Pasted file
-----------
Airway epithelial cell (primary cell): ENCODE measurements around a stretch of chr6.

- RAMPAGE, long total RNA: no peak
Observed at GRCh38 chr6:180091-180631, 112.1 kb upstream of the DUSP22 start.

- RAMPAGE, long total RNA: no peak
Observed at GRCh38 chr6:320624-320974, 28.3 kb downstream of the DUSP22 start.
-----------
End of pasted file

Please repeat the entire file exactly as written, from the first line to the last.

Airway epithelial cell (primary cell): ENCODE measurements around a stretch of chr6.

- RAMPAGE, long total RNA: no peak
Observed at GRCh38 chr6:180091-180631, 112.1 kb upstream of the DUSP22 start.

- RAMPAGE, long total RNA: no peak
Observed at GRCh38 chr6:320624-320974, 28.3 kb downstream of the DUSP22 start.